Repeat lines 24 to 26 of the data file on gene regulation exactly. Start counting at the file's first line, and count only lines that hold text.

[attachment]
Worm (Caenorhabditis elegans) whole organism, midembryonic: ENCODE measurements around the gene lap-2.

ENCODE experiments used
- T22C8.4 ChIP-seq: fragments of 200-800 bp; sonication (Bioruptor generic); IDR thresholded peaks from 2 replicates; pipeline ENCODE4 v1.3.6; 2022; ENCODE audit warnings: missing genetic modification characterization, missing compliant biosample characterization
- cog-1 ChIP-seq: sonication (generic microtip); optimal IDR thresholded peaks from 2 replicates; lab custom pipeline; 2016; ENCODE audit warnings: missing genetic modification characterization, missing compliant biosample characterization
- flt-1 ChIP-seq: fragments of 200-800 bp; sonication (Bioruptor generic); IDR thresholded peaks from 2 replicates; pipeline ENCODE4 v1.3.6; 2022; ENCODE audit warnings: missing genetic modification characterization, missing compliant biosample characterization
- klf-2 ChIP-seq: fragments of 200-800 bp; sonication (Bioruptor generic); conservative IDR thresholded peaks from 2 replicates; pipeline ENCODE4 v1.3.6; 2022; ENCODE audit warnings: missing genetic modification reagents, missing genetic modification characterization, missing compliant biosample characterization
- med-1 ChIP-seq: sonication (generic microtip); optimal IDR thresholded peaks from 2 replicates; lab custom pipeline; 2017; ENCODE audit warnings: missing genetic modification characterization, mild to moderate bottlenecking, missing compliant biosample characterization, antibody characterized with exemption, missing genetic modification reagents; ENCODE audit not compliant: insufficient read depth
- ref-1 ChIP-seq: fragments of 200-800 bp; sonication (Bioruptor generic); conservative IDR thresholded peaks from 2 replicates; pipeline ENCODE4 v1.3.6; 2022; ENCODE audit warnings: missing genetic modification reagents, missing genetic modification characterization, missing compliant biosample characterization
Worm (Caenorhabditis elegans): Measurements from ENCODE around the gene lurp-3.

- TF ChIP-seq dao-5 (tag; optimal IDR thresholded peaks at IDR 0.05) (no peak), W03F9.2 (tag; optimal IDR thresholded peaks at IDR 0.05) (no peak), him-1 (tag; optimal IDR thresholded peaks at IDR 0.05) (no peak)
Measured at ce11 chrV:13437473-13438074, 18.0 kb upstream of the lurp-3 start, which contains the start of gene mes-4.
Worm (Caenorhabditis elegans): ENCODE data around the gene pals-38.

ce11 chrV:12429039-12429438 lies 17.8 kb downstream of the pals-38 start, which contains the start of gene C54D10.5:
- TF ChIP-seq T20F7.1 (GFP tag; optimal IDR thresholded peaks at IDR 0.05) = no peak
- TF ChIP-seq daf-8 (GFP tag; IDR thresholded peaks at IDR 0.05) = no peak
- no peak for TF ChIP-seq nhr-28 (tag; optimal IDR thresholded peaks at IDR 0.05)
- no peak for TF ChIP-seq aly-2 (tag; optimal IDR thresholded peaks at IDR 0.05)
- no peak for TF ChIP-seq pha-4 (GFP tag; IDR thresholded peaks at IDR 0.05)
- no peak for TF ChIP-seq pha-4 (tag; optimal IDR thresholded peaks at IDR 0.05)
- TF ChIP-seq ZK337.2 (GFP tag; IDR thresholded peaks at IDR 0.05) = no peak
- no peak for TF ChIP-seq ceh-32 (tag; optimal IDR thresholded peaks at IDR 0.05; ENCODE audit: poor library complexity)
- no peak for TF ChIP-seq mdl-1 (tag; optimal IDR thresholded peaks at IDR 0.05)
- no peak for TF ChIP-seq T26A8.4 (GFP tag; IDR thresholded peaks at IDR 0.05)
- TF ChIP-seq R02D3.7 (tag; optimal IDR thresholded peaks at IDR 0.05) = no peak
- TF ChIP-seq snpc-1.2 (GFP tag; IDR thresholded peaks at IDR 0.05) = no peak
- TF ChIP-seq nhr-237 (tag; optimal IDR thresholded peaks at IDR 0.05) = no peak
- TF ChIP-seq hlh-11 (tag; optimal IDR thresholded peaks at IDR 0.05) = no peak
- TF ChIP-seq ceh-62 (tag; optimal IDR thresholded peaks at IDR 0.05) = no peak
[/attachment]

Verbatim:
- TF ChIP-seq R02D3.7 (tag; optimal IDR thresholded peaks at IDR 0.05) = no peak
- TF ChIP-seq snpc-1.2 (GFP tag; IDR thresholded peaks at IDR 0.05) = no peak
- TF ChIP-seq nhr-237 (tag; optimal IDR thresholded peaks at IDR 0.05) = no peak